alongside fire fighters and prison service workers.
Hilary Simon, vice-chairperson of the ADSS human resources and
training committee, admits: “There are a number of things around
the public service which are quite challenging.”
But she said that as the line between health workers and social
care workers becomes more blurred, it could open up more starter
homes to social workers.
Lastly, there has been an ongoing pay dispute within local
authorities that has resulted in strikes, demonstrating unrest
within the sector.
Unions and employers representatives agreed to recommend their
members accept a recently offered pay package, but 76 per cent of
visitors to Community Care’s website this week said
in a survey the pay offer was not fair.
Davies said: “If your poll is accurate, it won’t be an
acceptable solution to the dispute. Some early indications have
shown it will be accepted, but it is a democratic decision.
“We are not ruling out returning to industrial action if the
members aren’t happy with the solution,” he added.
But Simon said it was encouraging the pay discussions had
recognised the lowest paid workers. “You have to compare with other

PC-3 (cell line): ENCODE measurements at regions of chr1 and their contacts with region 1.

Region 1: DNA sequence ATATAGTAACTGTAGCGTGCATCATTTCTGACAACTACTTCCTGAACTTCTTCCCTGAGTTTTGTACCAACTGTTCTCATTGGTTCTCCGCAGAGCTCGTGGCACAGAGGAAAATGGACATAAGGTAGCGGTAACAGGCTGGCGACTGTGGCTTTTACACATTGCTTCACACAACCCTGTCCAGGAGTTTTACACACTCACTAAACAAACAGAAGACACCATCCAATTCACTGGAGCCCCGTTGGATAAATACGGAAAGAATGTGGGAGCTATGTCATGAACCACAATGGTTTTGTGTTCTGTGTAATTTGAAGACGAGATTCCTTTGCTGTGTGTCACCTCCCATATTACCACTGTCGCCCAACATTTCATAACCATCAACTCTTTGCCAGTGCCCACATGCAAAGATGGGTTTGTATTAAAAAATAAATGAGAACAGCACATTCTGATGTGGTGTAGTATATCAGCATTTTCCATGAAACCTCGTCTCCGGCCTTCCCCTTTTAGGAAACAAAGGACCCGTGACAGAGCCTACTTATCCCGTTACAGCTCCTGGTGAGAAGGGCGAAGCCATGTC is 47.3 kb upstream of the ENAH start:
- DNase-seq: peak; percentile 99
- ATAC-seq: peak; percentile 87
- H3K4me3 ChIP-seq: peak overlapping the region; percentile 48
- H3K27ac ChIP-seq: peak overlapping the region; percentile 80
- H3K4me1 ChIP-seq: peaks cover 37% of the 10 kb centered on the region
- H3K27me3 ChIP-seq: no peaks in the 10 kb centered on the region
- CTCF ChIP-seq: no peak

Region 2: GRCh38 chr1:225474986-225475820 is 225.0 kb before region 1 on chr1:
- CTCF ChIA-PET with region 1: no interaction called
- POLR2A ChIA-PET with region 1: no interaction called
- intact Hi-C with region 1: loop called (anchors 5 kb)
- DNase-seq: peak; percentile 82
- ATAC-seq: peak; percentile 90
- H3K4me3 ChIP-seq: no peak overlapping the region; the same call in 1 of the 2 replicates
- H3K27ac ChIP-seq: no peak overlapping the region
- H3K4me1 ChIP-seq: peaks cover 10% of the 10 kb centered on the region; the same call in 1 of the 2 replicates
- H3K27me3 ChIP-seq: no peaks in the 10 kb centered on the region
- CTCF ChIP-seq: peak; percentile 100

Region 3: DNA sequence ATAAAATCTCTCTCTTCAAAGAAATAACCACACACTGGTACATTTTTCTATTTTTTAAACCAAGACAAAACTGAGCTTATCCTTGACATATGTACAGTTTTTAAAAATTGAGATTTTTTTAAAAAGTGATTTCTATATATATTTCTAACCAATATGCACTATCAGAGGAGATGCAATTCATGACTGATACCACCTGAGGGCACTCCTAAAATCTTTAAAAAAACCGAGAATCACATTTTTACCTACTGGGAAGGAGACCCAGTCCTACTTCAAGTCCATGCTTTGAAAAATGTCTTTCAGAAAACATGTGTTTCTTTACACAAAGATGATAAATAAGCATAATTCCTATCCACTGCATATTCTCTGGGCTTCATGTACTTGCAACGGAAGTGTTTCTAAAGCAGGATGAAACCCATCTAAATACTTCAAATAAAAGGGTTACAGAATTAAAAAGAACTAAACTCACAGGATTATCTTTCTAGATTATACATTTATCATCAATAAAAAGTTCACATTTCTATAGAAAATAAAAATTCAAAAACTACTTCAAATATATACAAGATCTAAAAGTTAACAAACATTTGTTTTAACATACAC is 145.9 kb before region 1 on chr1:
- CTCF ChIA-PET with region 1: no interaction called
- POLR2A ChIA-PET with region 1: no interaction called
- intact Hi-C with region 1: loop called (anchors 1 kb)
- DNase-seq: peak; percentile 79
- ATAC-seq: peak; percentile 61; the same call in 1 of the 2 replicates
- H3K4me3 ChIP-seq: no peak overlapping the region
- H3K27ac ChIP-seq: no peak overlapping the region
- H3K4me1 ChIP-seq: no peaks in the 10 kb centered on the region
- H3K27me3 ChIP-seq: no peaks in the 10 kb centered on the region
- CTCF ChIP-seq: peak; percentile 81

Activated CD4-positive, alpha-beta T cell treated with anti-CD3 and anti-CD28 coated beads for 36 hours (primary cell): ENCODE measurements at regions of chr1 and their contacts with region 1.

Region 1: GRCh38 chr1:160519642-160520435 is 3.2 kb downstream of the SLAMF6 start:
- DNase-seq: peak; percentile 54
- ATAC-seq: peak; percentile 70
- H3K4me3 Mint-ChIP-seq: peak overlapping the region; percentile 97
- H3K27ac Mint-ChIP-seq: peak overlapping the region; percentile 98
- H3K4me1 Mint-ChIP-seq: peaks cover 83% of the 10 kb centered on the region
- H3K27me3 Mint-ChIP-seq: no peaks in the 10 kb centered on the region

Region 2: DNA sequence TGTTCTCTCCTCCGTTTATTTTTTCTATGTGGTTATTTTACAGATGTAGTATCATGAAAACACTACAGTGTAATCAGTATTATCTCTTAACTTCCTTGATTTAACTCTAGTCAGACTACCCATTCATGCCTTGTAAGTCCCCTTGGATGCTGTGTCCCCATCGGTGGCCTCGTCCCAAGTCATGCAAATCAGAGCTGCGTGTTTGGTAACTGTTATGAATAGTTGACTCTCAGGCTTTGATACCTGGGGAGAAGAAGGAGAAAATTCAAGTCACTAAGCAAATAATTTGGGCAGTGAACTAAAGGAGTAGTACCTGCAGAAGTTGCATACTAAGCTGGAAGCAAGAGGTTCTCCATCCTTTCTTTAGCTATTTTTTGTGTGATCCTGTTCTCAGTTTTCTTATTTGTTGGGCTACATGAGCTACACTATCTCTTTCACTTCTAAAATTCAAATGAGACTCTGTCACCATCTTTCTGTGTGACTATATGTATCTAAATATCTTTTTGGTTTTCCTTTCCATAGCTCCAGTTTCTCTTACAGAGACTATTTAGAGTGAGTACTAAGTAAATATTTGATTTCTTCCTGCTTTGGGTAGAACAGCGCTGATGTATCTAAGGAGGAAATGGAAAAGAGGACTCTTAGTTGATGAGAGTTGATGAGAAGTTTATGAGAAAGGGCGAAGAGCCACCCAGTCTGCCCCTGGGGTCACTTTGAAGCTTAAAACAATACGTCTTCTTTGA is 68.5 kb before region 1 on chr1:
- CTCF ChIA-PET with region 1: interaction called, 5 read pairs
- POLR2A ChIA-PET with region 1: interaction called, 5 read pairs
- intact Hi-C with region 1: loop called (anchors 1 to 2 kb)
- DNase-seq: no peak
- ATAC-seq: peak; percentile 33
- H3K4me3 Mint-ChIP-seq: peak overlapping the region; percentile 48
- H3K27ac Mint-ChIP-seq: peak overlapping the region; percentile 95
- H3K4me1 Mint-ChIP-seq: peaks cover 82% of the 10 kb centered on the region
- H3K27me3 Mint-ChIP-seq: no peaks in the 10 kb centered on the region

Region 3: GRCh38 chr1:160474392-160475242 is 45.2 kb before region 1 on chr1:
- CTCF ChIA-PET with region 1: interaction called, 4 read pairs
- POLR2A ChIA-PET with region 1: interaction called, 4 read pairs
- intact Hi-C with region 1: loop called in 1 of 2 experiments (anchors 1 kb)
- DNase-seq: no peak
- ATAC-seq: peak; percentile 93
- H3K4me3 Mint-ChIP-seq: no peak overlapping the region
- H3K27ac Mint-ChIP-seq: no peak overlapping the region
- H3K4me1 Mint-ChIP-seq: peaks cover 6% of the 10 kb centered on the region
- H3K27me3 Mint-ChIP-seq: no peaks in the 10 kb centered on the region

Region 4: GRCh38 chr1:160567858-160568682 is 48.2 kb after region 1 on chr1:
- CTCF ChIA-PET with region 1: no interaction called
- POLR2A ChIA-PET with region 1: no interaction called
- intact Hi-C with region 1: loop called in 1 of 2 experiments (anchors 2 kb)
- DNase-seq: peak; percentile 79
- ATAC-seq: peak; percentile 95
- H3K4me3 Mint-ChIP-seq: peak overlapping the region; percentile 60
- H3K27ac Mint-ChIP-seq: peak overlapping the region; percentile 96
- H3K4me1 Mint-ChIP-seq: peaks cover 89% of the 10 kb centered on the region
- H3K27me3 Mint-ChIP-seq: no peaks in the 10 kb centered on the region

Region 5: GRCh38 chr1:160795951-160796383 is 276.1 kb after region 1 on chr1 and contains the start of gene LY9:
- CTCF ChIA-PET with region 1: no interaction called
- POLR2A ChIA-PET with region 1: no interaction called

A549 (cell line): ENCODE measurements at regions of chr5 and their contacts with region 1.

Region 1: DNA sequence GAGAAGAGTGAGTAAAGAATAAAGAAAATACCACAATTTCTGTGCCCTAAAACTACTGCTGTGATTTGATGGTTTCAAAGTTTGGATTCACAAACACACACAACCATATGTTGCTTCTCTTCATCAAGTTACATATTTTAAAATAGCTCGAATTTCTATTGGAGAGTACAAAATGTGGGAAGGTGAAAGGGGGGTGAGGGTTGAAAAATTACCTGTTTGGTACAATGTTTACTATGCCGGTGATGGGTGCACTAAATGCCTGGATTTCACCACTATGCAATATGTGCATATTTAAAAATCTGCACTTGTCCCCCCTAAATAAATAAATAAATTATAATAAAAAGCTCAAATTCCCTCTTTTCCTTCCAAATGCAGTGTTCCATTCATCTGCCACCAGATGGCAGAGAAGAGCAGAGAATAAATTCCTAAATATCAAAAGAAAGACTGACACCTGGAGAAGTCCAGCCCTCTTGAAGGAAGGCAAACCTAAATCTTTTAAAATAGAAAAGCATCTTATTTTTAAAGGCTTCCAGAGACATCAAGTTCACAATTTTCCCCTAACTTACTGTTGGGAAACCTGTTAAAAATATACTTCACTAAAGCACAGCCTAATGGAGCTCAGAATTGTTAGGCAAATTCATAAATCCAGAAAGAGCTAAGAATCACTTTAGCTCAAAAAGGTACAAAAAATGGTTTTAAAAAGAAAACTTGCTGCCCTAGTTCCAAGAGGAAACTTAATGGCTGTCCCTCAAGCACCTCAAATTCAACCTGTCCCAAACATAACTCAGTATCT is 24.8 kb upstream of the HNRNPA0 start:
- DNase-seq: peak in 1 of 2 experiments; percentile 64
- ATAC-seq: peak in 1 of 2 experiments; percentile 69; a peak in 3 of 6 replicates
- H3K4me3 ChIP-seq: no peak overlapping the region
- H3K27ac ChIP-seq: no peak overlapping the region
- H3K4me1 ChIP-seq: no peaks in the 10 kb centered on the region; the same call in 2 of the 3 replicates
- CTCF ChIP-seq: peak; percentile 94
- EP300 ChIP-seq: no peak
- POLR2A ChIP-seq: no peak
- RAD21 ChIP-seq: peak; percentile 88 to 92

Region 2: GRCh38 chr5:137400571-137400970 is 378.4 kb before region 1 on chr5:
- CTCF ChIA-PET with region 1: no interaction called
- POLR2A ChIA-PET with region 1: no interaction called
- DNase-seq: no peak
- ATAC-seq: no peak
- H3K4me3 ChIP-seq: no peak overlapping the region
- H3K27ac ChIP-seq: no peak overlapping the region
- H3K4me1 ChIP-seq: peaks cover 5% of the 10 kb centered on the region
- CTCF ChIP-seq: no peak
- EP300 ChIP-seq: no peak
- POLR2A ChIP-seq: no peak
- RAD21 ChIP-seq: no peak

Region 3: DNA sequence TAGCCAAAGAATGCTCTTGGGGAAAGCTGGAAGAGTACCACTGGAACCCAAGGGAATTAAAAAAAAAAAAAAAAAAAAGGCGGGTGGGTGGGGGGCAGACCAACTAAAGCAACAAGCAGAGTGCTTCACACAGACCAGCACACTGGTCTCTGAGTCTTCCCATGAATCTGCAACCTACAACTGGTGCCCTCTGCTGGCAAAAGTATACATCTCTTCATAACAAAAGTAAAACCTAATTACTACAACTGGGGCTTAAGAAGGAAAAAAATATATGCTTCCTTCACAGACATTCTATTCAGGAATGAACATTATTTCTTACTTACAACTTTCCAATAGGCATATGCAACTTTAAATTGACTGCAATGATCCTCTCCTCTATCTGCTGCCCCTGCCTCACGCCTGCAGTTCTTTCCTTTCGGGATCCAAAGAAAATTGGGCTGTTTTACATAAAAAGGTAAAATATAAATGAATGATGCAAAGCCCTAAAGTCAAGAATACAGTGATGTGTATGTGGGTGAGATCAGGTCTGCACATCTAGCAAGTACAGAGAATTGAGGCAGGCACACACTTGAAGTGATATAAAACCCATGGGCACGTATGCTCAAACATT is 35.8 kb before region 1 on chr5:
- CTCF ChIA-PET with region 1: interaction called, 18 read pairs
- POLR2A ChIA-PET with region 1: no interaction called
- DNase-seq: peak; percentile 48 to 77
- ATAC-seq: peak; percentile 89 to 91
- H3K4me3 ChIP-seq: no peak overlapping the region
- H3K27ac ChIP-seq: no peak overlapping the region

sectors and it is not madly out of line with those entering the
teaching or nursing profession.”
She insists social services staff should be properly rewarded,
but pay should not be the only priority. This was backed by recent
Community Care research, which found great levels of
satisfaction among social workers. So at least job satisfaction can
be a selling point for the profession.
Can the recruitment campaign work against this back-drop of
negative media publicity, strikes and pay disputes?
Paul Read, team manager for recruitment consultancy Social Work
Solutions in London, said: “In comparison to other public sector
areas, the campaign doesn’t seem to have been very high
profile, particularly if you take recent campaigns for teachers,
nurses or the police into consideration.
“To date, we haven’t experienced any impact from the
government’s initiative, there’s been no variation to
the usual seasonal demand levels for staff,” he said.
Ian Johnston, director of the British Association of Social
Workers, said: “The recruitment campaign was welcome, but it
doesn’t go far enough. Recruitment and retention is a huge
problem and it needs more investment.” The campaign “momentum needs
to be upped”, he said.
So, there is a long way to go. Owen Davies from Unison said that
people could be discouraged from entering the social care
profession. Whereas financial inducements are provided for teachers
and nurses in training, equivalent financial support is not
available for those training for social work, he said.
He is adamant that pay plays a large role in the recruitment
crisis. “As long as salaries are seen as poor in comparison to
equivalent groups such as teachers and nurses…, all the
clever advertising in the world will not pull people in to the
* Go to www.socialworkcareers.co.uk
for details of the government’s recruitment campaign, and the
helpline number is 0845 604 6404.